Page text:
Scientists have been searching for a way to help women prevent contracting HIV during heterosexual sex for some time now. Eighty-four percent of women contract HIV in this way and at present the only preventative options are condoms (both male and female versions). This might seem simple and accessible enough to a number of women living in the United States, but the reality is that for many women around the world guaranteeing that their male partners will use a condom certainly can prove to be difficult, if not impossible. Half of the people in the world living with HIV are women and women are twice as likely as men to contract HIV. This is one of the reasons that scientists at the University of Washington in Seattle are interested in creating a new form of protection in which women can take their sexual health back into their own hands regardless of their situation.
As mentioned before, this idea is nothing new. Pre-Exposure Prophylaxis (or PreP) is a prevention method that can be used by people who have a high risk of contracting HIV. This might include people with HIV positive partners, intravenous drug users, or people who regularly have unprotected sex with partners with unknown HIV statuses. The anti-HIV drugs are given in the form of a pill that must be taken every day. Scientists have also been working on topical creams and gels that contain the anti-HIV drugs microbicides for years. While the intention is good with these products, they still lack usability and convenience. They can leak out, be quite messy, and the anti-HIV drugs take about 20 minutes to absorb into a woman’s system, so she would have to know she was going to have sex beforehand and have already applied the gel or cream in order to be properly protected. Microbicides are a promising way to help women prevent HIV, but the engineers at the University of Washington agree that the delivery method of these drugs need serious improvement.
Cancer is a nearly universal health concern in our lives; it would be difficult to find anyone whose life has not been touched by the disease, in all its various and horrifying forms. This year alone, the American Cancer Society reports that 1.6 million people in the U.S. will develop cancer, and nearly 600,000 will die from it.[i] HPV, or the human papillomavirus, causes an estimated 19,000 of those cases in women, and just under half that in men.[ii] HPV is a common disease transmitted through sexual contact, which is usually known for causing genital warts and, once contracted, is incurable.[iii] HPV is best-known for causing cervical cancer, but it is also associated with cancer in the head, neck, anus, and genitals of both sexes. But though it cannot be cured once contracted, the variant of the disease which leads to cancer can very easily and effectively be prevented by readily available vaccines.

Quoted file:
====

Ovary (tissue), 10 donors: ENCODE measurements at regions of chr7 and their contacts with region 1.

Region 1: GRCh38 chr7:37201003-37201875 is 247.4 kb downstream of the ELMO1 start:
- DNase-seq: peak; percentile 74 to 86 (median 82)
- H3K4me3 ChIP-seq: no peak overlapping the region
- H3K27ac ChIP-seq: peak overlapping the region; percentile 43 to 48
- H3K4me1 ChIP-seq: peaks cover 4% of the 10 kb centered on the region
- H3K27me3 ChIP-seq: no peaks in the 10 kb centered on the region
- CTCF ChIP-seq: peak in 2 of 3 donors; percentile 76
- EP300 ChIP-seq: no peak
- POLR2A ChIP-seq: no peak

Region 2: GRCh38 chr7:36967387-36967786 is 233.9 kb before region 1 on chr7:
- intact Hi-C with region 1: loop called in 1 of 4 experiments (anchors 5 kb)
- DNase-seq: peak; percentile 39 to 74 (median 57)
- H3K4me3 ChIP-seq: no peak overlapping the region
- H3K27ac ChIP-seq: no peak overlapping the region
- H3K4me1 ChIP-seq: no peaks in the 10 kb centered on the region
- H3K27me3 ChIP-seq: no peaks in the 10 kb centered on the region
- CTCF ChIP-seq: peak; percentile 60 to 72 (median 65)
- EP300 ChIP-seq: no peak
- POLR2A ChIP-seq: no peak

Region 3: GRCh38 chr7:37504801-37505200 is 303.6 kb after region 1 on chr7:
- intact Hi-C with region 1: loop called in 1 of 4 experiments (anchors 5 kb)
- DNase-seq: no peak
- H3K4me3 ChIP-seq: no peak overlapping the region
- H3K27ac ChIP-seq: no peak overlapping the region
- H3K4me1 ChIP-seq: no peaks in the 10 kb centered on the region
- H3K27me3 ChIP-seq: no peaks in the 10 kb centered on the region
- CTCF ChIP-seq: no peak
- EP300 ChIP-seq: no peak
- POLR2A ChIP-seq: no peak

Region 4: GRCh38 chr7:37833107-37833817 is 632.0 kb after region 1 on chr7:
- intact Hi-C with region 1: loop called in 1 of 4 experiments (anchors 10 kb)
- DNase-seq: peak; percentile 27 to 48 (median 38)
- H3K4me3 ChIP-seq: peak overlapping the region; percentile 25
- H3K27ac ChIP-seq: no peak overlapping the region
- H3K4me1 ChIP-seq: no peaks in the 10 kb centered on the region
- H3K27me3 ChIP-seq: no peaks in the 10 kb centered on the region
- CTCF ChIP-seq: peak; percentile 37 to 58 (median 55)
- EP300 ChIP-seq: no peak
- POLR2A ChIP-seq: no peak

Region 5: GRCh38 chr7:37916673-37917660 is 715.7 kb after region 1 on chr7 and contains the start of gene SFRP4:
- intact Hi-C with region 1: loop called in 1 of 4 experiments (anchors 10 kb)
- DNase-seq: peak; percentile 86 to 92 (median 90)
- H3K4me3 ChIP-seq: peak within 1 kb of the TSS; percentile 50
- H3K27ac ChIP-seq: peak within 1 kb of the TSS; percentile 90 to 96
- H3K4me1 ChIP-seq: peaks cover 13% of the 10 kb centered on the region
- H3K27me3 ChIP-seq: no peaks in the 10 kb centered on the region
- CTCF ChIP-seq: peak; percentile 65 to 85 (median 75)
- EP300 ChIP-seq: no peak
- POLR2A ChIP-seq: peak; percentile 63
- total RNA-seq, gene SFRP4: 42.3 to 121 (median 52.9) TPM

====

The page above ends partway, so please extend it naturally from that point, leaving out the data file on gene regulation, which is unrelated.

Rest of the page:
In March of this year, former president, Jimmy Carter, spoke out against sex-selective abortion on the David Letterman show. President Carter had been invited on the show to discuss the release of his new book, “A Call to Action: Women, Religion, Violence, and Power.” When Letterman broached the topic of the book, Carter’s first comments were about gendercide and sex selective abortion, which he identified as the worst statistic he knows of. The exact conversation went as follows:
It’s a story so strange that at first read it sounds like it could be an urban legend rather than a development in sexual health and allergy research. Several years ago, a 20 year old woman from the United Kingdom with a severe allergy to Brazil nuts reportedly had an allergic reaction after having sex with her partner who had consumed the nut just hours before their encounter. This was the first documented case of a woman having a sexually transmitted allergic reaction. In a world where more and more people are suffering from dangerous allergies, is this something the rest of us need to be concerned about?
You’re probably thinking, “there is no way the Brazil nut was transmitted through her partner’s semen, there had to have been some remains in his mouth, skin, or hair.” Fair enough, but the couple reports having taken every possible precaution before having sex. The man, having known that his partner was allergic, showered, washed his face, skin, teeth, and thoroughly rinsed his mouth before engaging in sex. The scientists who later studied the case stated that if the reaction were in fact from residue in his saliva or skin, she would have had the allergic reaction much faster than she did. She only started showing symptoms after they finished having sex.